came greatly interested in building up the Republican party, and
his place of business became the headquarters whence the Republi-
can documents were distributed throughout Tazewell county. In
1860, he was nominated for the office of Circuit Clerk, and was
elected, being the only Republican elected in the county on the
ticket. One of the important events in which Mr. H. took an
active part, was the organization of the '' Union League of Ameri-
ca," an institution that originated in the city of Pekin, and spread
with unparalleled rapidity, into every loyal State in the Union.
Associated with him in this patriotic work, were the following old
and well known citizens of Tazewell county : John W. Glassgow,
Esq., Dr. B. A. Cheever, Hon. Chas. Turner, Hart. Montgomery,
Maj. R. N. Cullom, Col. Jonathan Merriam, Capt. Henry Pratt,
Alexander Small, L. F. Garrett, and Rev. J. W. M. Vernon.

From this organization, on Sept. 24th, 1862, a State Council was
organized, and George H. Harlow elected Grand Secretary thereof.
The order grew rapidly, and in 1863 the office of the State Council
was located at Springfield, where Mr. H. spent most of his time in
the interest of the order, and working in conjunction with that old
( war Governor, Richard Yates, who was not only a member of the
I order, but also one of the advisers and counsellors in carrying on its
work. At the meeting of the 24th General Assembly, held Jan. 2,
1865, he was elected first assistant secretary of the Senate. He held
this position until Jan. 17, when Governor Oglesby appointed him
his private secretary. He filled this position four years, and was,
at the same time, assistant inspector-general, and commissioned with
rank of Colonel of the State. He accepted the position of Asst.
Sec'y of State, in 1869. In April, 1872, he resigned his position
at the request of Mr. Rummel, who saw, from the complimentary


notices in the papers throughout the State, that Mr, Harlow was
growing in favor, and would probably be the next nominee for the
office of Secretary of State. He was nominated in INIay, and one
month later Mr. Rummol joined the Liberal or Democratic party,
and on its ticket was nominated for the same office. The result of
the election was, Mr H. defeated him by 47,942. He entered upon
the duties of his office Jan. 13, 1873, and performed its duties with
honor to himself and satisfaction to his constituents, as was demon-
strated by his re-nomination in the convention held May 24, 1S76,
and his re-election in the following November. He is a member of
the Episcopal Church, and is now a vestry-man of St. Paul's Church,
Springfield, and Supt. of the Sunday-school. He was married Oct.
1st, 1850, to ^liss Susan M. Baily, daughter of Hon. Samuel P.
Baily, of Tazewell Co. Mrs. Harlow is a member of the Epis-
copal Church. Her father was a native of Penn. He married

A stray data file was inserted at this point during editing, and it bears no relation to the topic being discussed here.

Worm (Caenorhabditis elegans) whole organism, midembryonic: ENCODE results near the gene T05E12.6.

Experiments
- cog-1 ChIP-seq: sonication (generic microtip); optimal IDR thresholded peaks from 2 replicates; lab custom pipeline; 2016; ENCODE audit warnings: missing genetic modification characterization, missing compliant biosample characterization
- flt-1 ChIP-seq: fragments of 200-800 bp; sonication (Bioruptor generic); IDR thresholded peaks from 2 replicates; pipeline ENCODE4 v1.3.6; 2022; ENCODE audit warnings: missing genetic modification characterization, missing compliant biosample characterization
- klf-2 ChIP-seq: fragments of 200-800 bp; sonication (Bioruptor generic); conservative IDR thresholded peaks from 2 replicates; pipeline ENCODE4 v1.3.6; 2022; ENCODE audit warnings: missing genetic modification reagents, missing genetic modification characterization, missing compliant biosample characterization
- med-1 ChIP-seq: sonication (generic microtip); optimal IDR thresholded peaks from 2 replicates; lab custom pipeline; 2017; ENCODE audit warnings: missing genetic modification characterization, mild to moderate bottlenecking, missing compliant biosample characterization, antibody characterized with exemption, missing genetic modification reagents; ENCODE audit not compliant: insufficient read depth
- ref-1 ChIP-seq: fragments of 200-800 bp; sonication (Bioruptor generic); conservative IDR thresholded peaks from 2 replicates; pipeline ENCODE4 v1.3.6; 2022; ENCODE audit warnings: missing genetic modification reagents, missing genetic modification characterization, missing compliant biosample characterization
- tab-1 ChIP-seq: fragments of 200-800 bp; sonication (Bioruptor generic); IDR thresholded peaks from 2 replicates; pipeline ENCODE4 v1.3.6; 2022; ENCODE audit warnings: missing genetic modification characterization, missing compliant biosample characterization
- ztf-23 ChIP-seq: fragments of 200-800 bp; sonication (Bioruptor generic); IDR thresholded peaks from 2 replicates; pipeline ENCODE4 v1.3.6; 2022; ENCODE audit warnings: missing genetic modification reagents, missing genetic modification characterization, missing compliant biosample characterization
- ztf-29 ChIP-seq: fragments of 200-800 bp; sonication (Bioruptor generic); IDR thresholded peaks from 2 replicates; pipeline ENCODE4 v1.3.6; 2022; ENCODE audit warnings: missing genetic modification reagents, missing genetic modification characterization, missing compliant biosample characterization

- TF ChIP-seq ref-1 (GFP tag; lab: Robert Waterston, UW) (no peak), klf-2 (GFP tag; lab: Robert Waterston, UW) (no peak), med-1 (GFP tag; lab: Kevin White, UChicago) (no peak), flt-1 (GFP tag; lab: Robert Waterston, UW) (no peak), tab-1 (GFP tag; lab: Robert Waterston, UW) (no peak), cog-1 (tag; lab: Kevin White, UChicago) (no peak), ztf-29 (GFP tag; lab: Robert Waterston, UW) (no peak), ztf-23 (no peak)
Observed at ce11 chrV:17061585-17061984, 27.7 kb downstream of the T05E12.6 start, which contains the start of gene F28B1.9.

Mary Dorsey, of Elk Ridge landing, Maryland, and shortly after
moved to St. Louis, Missouri. From here he returned to Pekin,
where he was for thirty years engaged in the practice of law, and
occupied many positions of honor and trust. Mrs. Baily was a lady
of culture and fine accomplishments, and greatly beloved by a host
of friends. Mr. Harlow has had born to him seven children —
George Dorsey, who died at the age of one year and four months ;
Richard Austin, now twenty years of age; Bessie Baker, Georgia
Clarissa, Kate Louise (who died at the age of five years), Howard
Bernard (who died at the age of four years) and Susanna Baily.

Thomas Cooper, County Treasurer, and a pioneer of Tazewell Co.,
was born Feb. 2, 1830, in Hamilton Co., Ohio, and came to this
county way back in the early days of the county's history, in 1844,
when but a lad of fourteen years. His parents, William and Mary
(Beal) Cooper, were natives, the former of Virginia, and the latter
of Pennsylvania. At the rather tender age of 19, Mr. Coo})er, in
compliance with the scriptural injunction, "took unto himself a
wife," and in 1849 was bound in the bonds of matrimony to Miss
M. A. Strickland. Five children blessed the union. Mr. Cooper
at the age of 16, enlisted in the Mexican War, in which he did
gallant service, and fought under that brave old hero Gen. Winfield
Scott. In January, 1879, he, as a delegate, accompanied the " Mer-
chant's and Manufacturer's Industrial Deputation of the Northwest,"
to Mexico, thereby giving him an opportunity to see that land,
where thirty-three years before he liad helped to vanquish that great
Mexican chieftain, Santa Anna.

A. R. Warren, M. D., Coroner of Tazewell Co., is a native of
Kentucky, and was born in 1841. His father, an attorney at law
and Judge of the Surrogate Court in Canada, was a man of fine legal
mind, and his mother, Eliza (Bordridge) \\'arrcn, a native of Ken-
tucky, was a woman of high culture and fine education. The
Doctor received his medical education at the E. M. Institute, Cin-
cinnati, and came to this county four years ago, where he has


established a fine practice. While engaged in the practice of his
profession in Elgin, 111., he became acquainted with Miss Mary
Kizer, of that city, whom he won and wed in October, 1863.
He grew up in the Episcopal faith, to which he still adheres.

Benjamin C. Allensworth, County Superintendent of schools, P.
O., Minier; was born in Little Mackinaw township, this county,
Oct. 27, 1845. He attended the public schools of his township and
then entered the State Normal University, from which he graduated
June, 1869, and was elected to the office he now holds at the reg-
ular November election, of 1877, on the Democratic ticket. He
was also elected Assessor at the April election of the present year,
(1879). His parents, William P. and Arabella Allensworth, were
natives of Kentucky. Supt. Allensworth is well informed on
school matters having made educational questions a special study.
He resides on section 3.

His father, William P., was born in Mulilenburg county, Ken-
tucky, Sept. 25, 1820. He came to this county in 1830, and, con-
sequently, is remembered as one of the early settlers. His father's